...I usually hear something like this:

“I don’t know, Evan. I just don’t feel INSPIRED by him.”

Come again?

“I want to feel that thing in the pit of my stomach. To get nervous when he calls. To admire him and think about him all the time when we’re not together.”

You realize that every time you’ve had that feeling, it’s never worked out, right?

“Yes, but I can’t help how I feel.”

Fair enough.

Just know that, percentage-wise, the number of men who are cute, smart, kind, tall, funny, generous, ambitious, successful, and family-oriented is minuscule.

Now you want to add in “inspirational?”

You know how many men are left?

That’s okay. Neither do I.

The message of this blog post isn’t about settling. It’s not about being with a man you can barely tolerate.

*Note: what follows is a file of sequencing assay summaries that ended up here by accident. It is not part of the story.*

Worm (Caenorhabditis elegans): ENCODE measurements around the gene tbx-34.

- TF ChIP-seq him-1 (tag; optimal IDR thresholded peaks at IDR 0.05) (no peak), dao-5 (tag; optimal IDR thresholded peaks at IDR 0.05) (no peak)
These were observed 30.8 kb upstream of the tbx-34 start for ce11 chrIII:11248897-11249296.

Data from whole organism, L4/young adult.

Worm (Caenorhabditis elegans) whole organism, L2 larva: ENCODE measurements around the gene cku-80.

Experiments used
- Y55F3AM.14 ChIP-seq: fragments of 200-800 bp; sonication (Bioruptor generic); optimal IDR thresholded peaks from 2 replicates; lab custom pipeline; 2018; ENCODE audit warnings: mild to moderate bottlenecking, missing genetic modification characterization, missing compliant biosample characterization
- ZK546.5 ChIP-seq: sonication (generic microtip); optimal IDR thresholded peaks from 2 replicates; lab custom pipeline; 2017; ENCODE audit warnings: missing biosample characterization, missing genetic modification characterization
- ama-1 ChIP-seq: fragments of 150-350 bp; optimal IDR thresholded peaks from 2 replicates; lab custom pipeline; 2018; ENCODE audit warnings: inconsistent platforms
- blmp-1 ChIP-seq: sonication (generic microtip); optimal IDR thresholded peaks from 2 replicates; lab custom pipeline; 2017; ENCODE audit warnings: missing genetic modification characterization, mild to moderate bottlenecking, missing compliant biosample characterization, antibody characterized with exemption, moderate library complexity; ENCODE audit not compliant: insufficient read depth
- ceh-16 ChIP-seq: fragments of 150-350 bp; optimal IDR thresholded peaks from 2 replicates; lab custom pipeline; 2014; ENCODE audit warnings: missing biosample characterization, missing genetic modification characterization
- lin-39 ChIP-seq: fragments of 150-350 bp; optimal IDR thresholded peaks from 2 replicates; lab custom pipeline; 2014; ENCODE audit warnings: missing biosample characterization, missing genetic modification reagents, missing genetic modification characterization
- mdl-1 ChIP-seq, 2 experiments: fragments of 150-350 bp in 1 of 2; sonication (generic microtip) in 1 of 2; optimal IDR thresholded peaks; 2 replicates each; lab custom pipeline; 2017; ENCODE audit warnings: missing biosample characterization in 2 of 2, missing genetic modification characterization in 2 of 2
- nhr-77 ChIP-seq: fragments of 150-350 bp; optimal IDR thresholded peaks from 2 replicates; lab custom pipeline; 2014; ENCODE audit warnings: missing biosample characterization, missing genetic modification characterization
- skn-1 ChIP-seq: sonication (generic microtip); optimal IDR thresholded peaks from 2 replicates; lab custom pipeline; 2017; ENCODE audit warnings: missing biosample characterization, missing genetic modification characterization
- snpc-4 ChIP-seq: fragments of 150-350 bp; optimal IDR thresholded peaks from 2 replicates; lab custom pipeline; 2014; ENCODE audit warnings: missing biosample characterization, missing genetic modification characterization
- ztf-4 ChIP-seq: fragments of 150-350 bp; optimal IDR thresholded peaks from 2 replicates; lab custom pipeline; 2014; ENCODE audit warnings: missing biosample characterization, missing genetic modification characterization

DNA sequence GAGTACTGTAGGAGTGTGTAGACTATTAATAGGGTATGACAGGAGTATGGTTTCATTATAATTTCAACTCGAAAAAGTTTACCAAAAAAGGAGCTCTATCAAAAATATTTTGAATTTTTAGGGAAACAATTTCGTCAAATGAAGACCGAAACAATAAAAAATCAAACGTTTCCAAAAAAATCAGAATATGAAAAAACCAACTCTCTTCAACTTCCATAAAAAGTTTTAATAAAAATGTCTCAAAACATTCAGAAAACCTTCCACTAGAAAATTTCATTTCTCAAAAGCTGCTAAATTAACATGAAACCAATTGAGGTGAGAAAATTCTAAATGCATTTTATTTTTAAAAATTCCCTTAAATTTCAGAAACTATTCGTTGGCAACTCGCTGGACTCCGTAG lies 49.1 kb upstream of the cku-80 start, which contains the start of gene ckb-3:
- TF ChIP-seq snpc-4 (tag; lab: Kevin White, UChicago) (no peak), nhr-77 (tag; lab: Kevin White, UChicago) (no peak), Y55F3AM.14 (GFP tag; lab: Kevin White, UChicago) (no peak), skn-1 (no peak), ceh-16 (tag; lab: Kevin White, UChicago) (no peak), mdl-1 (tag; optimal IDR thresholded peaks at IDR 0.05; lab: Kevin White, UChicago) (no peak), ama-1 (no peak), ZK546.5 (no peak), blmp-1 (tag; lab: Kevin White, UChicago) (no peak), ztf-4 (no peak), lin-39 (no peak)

It’s about the expectation of what a man is capable of delivering.

There are millions upon millions of decent looking, thoughtful, bright, solid men who want to marry you, cherish you, build a family, and create a life together.

If only you would love them and accept them.

Believe me, nobody wants you to achieve your dreams more than I do.

But if you’re holding out for a hero, yet no guy ever fits the bill (and also sticks around!), it may be time to act like Bill, who finally gave up on his Angelina Jolie fantasy and is thrilled to have found YOU.

This is how a man finds love. By accepting all that you are, imperfections included.

You need to do the same with him.

The emphasis is no longer on the idea that "I need to cultivate these moral qualities in myself in order to be a good husband/wife/father/mother" but instead on a flight of fantasy in which some other person is so perfect that they will inspire us to live perpetually in a state of "falling in love" (and intuit our needs, keep us feeling spiritually fulfilled, give us higher social status than anyone else etc.)